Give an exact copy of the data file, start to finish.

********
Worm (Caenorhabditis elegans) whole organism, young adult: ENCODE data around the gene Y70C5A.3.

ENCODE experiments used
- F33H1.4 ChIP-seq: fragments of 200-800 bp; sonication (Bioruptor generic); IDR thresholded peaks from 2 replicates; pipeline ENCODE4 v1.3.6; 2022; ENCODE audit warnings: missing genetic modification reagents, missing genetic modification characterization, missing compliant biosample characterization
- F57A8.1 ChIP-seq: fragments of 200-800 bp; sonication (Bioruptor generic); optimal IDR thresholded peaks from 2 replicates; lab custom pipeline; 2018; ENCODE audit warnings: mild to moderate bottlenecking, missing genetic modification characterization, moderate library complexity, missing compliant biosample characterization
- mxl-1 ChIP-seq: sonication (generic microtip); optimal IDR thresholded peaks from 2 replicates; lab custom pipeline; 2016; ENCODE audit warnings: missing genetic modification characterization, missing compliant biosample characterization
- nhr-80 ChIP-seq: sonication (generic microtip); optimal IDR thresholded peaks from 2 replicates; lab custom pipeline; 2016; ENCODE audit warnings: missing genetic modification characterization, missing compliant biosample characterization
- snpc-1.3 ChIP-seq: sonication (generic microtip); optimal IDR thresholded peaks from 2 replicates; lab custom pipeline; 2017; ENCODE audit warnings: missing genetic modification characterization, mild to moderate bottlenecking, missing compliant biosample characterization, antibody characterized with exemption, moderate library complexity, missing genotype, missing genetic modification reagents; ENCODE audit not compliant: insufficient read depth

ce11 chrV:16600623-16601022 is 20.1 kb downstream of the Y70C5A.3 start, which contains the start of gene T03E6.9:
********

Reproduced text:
Worm (Caenorhabditis elegans) whole organism, young adult: ENCODE data around the gene Y70C5A.3.

ENCODE experiments used
- F33H1.4 ChIP-seq: fragments of 200-800 bp; sonication (Bioruptor generic); IDR thresholded peaks from 2 replicates; pipeline ENCODE4 v1.3.6; 2022; ENCODE audit warnings: missing genetic modification reagents, missing genetic modification characterization, missing compliant biosample characterization
- F57A8.1 ChIP-seq: fragments of 200-800 bp; sonication (Bioruptor generic); optimal IDR thresholded peaks from 2 replicates; lab custom pipeline; 2018; ENCODE audit warnings: mild to moderate bottlenecking, missing genetic modification characterization, moderate library complexity, missing compliant biosample characterization
- mxl-1 ChIP-seq: sonication (generic microtip); optimal IDR thresholded peaks from 2 replicates; lab custom pipeline; 2016; ENCODE audit warnings: missing genetic modification characterization, missing compliant biosample characterization
- nhr-80 ChIP-seq: sonication (generic microtip); optimal IDR thresholded peaks from 2 replicates; lab custom pipeline; 2016; ENCODE audit warnings: missing genetic modification characterization, missing compliant biosample characterization
- snpc-1.3 ChIP-seq: sonication (generic microtip); optimal IDR thresholded peaks from 2 replicates; lab custom pipeline; 2017; ENCODE audit warnings: missing genetic modification characterization, mild to moderate bottlenecking, missing compliant biosample characterization, antibody characterized with exemption, moderate library complexity, missing genotype, missing genetic modification reagents; ENCODE audit not compliant: insufficient read depth

ce11 chrV:16600623-16601022 is 20.1 kb downstream of the Y70C5A.3 start, which contains the start of gene T03E6.9: